This paper, available here , argues that important competition concerns arise from the use of consensus mechanisms in blockchains. Under such mechanisms, new information is only added to the database if the majority of network participants, the ‘nodes’, agree to do so. This requires coordination between the various network participants, which raises questions regarding whether and to what extent this voting behaviour is anticompetitive. The paper also discusses what type of measures may be adopted to ensure that a blockchain complains with competition law by design. It is structured as follows: Its second section provides the legal background for concerns about the functioning of consensus mechanisms. Information may be exchanged between competitors in a blockchain that would otherwise have remained undisclosed to the participating companies or the public. In some cases, public disclosure or selective disclosure of certain information may have procompetitive effects, e.g. when information is aggregated and contributes to greater price transparency so that customers can make more informed decisions, thus…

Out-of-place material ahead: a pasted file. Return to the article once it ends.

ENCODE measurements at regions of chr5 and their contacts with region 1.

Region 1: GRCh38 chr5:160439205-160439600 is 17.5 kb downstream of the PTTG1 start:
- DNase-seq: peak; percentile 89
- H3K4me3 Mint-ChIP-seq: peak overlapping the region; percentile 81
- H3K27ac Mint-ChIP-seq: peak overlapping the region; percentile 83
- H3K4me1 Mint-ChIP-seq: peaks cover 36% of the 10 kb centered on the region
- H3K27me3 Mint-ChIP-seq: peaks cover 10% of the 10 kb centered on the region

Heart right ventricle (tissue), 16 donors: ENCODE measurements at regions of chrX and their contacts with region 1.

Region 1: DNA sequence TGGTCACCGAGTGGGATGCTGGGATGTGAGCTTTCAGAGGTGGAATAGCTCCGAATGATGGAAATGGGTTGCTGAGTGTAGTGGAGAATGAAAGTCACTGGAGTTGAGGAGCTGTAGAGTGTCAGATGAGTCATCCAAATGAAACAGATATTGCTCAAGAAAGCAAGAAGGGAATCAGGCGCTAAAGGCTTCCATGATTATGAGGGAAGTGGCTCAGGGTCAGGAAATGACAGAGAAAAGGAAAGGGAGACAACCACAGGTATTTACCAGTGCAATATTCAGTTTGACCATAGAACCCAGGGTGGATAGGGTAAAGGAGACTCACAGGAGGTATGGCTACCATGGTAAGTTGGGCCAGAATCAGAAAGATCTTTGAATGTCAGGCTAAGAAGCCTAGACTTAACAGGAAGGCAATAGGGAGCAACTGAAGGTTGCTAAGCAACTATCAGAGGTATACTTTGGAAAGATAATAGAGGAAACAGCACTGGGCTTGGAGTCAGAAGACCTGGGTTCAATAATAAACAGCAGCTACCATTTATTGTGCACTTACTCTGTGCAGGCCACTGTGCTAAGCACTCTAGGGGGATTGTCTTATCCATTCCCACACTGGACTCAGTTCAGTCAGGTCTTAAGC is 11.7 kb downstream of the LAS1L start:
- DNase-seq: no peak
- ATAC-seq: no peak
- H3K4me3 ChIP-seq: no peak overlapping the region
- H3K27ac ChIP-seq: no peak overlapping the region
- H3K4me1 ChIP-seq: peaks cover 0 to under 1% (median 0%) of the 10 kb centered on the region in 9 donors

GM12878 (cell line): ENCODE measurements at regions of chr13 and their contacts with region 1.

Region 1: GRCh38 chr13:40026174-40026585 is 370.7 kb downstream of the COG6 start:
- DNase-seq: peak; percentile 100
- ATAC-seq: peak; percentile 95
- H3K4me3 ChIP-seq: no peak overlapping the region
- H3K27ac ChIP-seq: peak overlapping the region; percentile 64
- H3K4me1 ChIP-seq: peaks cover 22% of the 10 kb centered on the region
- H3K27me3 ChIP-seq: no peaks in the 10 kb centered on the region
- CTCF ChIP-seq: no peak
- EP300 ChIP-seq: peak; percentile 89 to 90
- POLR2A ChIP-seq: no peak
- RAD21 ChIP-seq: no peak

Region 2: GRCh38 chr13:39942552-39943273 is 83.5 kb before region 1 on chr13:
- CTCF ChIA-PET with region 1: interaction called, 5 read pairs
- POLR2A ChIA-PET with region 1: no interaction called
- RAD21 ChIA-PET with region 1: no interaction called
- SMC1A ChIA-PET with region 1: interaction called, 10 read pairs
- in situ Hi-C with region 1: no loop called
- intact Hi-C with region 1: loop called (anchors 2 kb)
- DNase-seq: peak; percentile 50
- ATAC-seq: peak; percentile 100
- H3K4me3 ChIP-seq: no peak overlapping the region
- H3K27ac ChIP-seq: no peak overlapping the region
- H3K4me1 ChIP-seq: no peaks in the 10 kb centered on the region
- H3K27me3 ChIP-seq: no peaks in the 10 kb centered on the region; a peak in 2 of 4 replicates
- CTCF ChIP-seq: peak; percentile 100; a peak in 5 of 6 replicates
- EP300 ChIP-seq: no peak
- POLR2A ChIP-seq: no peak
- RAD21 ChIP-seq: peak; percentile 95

Cyril Ritter ‘Antitrust in two-sided markets: looking at the U.S. Supreme Court’s Amex case from an EU perspective’ Journal of European Competition Law & Practice (2019, forthcoming)